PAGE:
Set up play areas in the front or side yard where they are visible from the street. Host a neighborhood gathering so that both kids and their parents can get comfortable with your yard.
Encourage a variety of activities: offer something to climb on (a swing set, rope climber, or jungle gym, say); a flat, paved surface (like a driveway) for bikes, scooters, skateboards, and the like; and a place to relax with comfortable seating (a bench, picnic table, or hammock).
Store yard toys in the yard. Dedicate a waterproof bin to supplies and fill it with everything that transforms a lawn into a playground: flying discs, bubble soap, bats and balls, badminton racquets, jump ropes...
Set up an outdoor arts-and-crafts station: a plastic table and chairs, a whiteboard and markers, and a waterproof bin for materials (such as sidewalk chalk, cardboard and glue for nature collages and constructions, and rocks to hold down paper on breezy days). Provide materials, such as bamboo poles, fabric, cartons, and flat stones, for building projects.
Create a private play space, such as a "fort" tucked in some shrubs, a tepee made of canvas and bamboo poles, a pop-up tent, or a dropcloth lean-to stapled to a fence on one side and staked in the ground on the other. Structures like these offer kids a private retreat and can become sets for imaginary play.
Grow a pick-and-eat garden with strawberries, pole beans, or cherry tomatoes -- in pots if you don't have lawn space.
Even if you're only steps away from the comforts of home, camping immerses you in nature like nothing else. That's the thinking behind the NWF's Great American Backyard Campout on June 22. To participate, just register at backyardcampout.org; you can make it a family affair, invite friends to join you, camp with your class, scout troop, or town, or see if a group campout near you is already registered on NWF's website. (And if you can't do it June 22, you can register for another date.) To make the event more fun for everyone involved, consider the following tips from Helen Olsson, author of The Down and Dirty Guide to Camping With Kids (Roost Books, $17.95).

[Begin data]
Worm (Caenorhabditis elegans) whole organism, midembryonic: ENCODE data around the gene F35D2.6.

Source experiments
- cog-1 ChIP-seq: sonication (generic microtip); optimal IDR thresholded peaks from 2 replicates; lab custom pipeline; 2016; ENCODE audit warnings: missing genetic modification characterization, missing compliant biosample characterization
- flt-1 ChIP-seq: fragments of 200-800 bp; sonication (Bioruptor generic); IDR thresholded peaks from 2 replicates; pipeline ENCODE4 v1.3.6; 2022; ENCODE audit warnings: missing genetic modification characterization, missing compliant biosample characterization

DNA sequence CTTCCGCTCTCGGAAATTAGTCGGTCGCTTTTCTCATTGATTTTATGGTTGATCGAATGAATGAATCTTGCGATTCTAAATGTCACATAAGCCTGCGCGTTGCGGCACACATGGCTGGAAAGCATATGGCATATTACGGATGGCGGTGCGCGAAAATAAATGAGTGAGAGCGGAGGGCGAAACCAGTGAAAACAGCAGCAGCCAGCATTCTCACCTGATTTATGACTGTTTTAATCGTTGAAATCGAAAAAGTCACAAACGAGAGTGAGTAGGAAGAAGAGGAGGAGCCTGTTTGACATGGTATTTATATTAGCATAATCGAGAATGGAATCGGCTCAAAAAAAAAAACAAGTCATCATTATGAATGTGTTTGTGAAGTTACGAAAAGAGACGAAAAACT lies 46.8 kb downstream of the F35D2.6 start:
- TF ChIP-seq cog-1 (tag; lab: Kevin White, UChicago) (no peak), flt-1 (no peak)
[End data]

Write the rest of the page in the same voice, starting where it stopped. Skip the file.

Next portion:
Start by reading fun books about camping and nature, such as Pancakes for Supper!, by Anne Isaacs, Amelia Bedelia Goes Camping, by Peggy Parish, and The Moon by Night, by Madeleine L'Engle.
Gauge your family's comfort level: Telling scary stories is a camping tradition, but if your kids are anxious, try trading jokes, singing songs, or playing 20 Questions instead.
Keep kids entertained. Stock your campsite with a deck of cards, Nerf balls, hacky sacks, cat's cradle string, and other small fun-starters.
Light the night. Let each child sleep with a flashlight or place a battery-operated night-light (or glow sticks) in one of the tent's mesh pockets.
From the raylike ridges on a seashell to the delicate veins of a leaf, nature is full of fantastic patterns, and you can collect them by making rubbings. Place a sheet of paper (or see-through tracing vellum) over your quarry (tree bark, leaves, stones, seedpods, and so on), then rub gently with a pastel stick or the side of a peeled crayon. Tip: For larger projects, secure the paper in place with painter's tape. Kids can file their patterns in a binder or notebook, then challenge friends and family to figure out the source of each one.
Prepare for outdoor adventure with these simple strategies.
Hand your kids a camera, and they'll see nature through a whole new lens. Encourage them to capture details like the swirled pattern of flower petals, ferns dripping with dew, or an intriguing insect. Help them to identify their finds using a field guide or nature app, then post the snapshots on a Family Nature Board.
These cool digital tools let you find nature near you.